Or, as Einar Erlendssen, the originator and caretaker of the Focus on Nature Workshops says, heading up to join the stark raving mad Vikings. I always wanted to go to Iceland. It seems a land of true intensity, color, and personality. It’ll be a small workshop, and thus very hands on. Our merry band of speed lighters will evidently careen around the countryside (the place ain’t that big) looking, lighting, and shooting. At night we will gather over various Nordic intoxicants and commune with the pixel spirits, and discuss the successes and failures of the day. This will be a slightly different workshop for me, in that I will be pushing myself both as a teacher and a shooter. As I said, I have never been there before, and de facto that is fuel for the fire. As a group, together, we will go all week for portfolio images. Here’s the link. My pack will be a bit different, too. Cameras, lenses, SB units, Quadra flash, stands, soft boxes, horned helmet, broadsword.
I have been sent North before. Below is my bud, George Divokey, an ornithologist who lives on Cooper Island part of each summer, studying a bird colony and watching it respond to the effects of warming. Coop, as it is referred to, is a small stretch of earth and ice just a touch north of the northernmost tip of the continental United States, Barrow, Alaska. They have this sign just outside town that you can visit and thus know you have done the truly northern thing. Why you need a sign to tell you that you are standing on icebound nothingness and your travel agent deserves a serious ass kicking, I’m not sure. But it’s there, for those truly compulsive, check the box type folks.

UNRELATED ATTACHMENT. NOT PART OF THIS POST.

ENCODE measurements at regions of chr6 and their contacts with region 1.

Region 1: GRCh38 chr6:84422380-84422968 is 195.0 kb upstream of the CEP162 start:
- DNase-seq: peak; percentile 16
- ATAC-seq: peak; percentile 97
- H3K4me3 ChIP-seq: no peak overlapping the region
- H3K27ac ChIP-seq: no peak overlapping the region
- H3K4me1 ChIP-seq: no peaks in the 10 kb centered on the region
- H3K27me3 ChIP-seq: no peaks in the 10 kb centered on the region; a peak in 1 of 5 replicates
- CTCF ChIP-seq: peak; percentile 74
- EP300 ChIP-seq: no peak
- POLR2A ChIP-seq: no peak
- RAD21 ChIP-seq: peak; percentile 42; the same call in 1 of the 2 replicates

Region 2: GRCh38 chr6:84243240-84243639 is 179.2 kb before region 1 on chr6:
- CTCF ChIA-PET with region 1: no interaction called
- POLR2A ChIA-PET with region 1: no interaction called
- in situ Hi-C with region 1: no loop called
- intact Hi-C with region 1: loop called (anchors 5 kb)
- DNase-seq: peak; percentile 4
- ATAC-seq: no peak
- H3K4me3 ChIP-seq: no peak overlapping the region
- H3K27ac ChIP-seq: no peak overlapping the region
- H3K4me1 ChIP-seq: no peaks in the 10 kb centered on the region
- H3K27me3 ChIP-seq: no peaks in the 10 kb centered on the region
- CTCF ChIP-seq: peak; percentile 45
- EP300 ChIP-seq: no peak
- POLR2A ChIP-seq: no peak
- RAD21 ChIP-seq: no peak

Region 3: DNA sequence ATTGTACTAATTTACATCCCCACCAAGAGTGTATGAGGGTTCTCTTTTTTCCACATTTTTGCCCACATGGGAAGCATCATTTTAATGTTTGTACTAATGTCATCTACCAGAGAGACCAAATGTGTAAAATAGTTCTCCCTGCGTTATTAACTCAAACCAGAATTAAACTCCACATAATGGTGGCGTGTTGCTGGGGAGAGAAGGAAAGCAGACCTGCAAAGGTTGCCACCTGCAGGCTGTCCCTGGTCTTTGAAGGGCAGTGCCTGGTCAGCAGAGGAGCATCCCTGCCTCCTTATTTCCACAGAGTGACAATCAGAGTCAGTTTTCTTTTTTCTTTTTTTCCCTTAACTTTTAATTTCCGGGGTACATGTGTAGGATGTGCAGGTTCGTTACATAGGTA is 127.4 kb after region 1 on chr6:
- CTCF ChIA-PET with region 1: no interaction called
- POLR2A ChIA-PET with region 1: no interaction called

Geographic has sent me to Siberia (in more ways than one) on a couple of occasions. For a story called The Power of Light, I of course had to photographically experience the total lack thereof, which is certainly a contradiction of purpose and terms, if not outright stupid. (Journalists are always sent to the extremes of things, so sometimes what looks like a dumb move is exactly what you should be doing for a story.) Below is noontime on Lake Lavozero on the Murmansk Penninsula, in February. I have never been quite as cold as that day on that frozen stretch of near total whiteout.
The cold didn’t seem to bother these Russian fellas, but then ingesting an entire bottle of rotgut vodka will certainly calm the spirit and deaden the nerve endings. I have to think these guys stay on the ice as long as possible just to avoid the old lady. The women up there were tough, I tell ya. I stayed at this collection of cinder blocks billed as a hotel, and while in my room, I heard this tremendous, repetitive smashing noise just down the hall. I went to look, and there was an enormous Russian female chef with a pry bar, knocking loose chicken parts locked in blocks of ice out of a large freezer bin. She would then hoist the frozen chunks over her head with both hands, and smash them down onto the ancient linoleum. Legs and breasts would skitter everywhere. At least I knew ahead of time what was being served that night.
You know, I accept the fact at this point in my career that the phone call sending me to do a voluptuous spread on the beaches of Tahiti ain’t comin’ in. Hell, at this point, I’d settle for the Jersey shore, but that’s probably not in my future, either. No, historically I’ve been sent to icy backwaters in search of even the faintest glimmer of light. I got so used to this for a bit that I after I got fired from LIFE I gave myself a shooting job in Norilsk, which historically was a gulag old Josef used to send anyone who disagreed with him. When I visited, it was largely an economic gulag, and home to one of the largest nickel mining operations in the world.
Average life expentancy for a male working in this factory is 50, mostly because they breathe carbon dioxide gas all day. Needless to say, they haven’t heard of OSHA up there.
So–I’m looking forward to Iceland, needless to say. There will be light, color and life. Very excited…….more tk….